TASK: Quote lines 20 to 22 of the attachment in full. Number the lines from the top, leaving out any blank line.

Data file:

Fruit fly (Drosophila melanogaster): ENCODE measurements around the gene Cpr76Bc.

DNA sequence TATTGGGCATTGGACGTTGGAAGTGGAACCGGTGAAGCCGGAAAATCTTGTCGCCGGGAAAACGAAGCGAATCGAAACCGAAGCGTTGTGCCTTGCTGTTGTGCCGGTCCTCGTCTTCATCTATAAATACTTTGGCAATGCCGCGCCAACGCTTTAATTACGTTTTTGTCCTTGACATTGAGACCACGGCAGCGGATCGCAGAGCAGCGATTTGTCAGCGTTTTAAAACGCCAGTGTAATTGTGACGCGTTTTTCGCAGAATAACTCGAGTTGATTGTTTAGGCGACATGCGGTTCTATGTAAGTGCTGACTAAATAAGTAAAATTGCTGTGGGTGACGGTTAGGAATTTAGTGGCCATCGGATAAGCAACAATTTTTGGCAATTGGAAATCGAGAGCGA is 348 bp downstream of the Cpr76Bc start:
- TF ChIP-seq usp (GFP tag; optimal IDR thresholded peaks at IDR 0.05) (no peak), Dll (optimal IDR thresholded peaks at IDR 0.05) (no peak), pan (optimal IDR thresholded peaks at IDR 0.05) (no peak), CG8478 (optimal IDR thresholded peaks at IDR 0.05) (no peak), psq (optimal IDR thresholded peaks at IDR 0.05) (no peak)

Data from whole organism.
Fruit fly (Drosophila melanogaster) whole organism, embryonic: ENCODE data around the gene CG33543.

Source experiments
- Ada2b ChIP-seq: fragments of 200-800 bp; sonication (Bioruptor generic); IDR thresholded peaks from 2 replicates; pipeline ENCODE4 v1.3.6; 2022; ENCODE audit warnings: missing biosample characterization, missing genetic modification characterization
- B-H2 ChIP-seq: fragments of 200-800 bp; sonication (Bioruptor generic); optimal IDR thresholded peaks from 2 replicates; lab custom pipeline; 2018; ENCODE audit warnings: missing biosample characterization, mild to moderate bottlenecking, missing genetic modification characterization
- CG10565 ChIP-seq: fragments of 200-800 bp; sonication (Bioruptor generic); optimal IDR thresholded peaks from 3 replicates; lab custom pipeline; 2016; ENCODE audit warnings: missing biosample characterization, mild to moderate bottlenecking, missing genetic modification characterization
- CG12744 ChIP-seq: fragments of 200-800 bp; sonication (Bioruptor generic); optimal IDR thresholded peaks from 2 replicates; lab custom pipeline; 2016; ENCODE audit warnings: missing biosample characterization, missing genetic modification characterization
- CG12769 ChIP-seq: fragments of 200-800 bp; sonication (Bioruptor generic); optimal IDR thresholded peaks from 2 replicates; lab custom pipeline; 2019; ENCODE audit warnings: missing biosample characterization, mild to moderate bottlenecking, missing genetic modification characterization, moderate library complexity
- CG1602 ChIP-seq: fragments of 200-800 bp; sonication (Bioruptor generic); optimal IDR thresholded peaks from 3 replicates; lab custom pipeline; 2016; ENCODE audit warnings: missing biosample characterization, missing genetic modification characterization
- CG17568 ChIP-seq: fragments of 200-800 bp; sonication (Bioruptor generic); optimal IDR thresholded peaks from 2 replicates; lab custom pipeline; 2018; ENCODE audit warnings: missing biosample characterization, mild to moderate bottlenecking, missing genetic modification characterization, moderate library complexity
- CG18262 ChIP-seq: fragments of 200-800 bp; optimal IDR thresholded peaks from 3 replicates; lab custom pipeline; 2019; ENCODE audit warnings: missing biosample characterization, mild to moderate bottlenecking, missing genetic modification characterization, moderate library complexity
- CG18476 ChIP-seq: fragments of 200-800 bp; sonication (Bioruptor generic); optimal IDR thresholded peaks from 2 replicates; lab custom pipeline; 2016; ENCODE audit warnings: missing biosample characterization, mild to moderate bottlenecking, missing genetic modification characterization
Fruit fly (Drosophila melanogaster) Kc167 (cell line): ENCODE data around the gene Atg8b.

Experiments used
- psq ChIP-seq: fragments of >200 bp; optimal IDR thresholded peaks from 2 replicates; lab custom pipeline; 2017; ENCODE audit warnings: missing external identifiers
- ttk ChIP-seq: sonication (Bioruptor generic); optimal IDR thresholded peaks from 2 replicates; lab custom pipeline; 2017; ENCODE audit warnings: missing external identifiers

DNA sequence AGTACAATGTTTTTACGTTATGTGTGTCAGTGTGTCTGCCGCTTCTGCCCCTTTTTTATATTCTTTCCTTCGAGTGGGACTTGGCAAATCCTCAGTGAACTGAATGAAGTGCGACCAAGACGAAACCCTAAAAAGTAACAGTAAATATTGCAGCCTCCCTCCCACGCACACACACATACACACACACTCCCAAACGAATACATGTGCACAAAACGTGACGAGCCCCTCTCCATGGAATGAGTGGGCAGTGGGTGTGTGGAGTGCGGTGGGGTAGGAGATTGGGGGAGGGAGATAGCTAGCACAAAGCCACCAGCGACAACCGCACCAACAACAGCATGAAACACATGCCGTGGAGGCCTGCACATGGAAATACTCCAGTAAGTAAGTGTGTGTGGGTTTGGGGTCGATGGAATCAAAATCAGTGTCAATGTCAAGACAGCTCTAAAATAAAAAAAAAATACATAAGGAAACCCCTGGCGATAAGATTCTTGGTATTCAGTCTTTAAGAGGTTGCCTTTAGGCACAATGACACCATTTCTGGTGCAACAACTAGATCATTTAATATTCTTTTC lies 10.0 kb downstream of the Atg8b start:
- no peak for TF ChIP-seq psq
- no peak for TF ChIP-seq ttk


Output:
DNA sequence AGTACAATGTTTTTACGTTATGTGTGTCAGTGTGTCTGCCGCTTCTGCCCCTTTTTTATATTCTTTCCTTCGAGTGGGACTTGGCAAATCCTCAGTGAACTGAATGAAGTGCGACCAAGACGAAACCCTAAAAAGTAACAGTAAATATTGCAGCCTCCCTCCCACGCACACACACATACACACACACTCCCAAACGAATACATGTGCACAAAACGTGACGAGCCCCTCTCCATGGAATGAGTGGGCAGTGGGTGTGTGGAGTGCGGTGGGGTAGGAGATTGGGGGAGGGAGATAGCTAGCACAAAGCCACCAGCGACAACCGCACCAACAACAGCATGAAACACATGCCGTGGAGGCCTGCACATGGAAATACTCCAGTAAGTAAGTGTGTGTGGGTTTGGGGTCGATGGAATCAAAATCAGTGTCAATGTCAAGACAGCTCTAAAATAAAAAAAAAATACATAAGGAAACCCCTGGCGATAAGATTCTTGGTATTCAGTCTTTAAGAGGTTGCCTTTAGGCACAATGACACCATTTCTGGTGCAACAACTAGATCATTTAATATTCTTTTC lies 10.0 kb downstream of the Atg8b start:
- no peak for TF ChIP-seq psq
- no peak for TF ChIP-seq ttk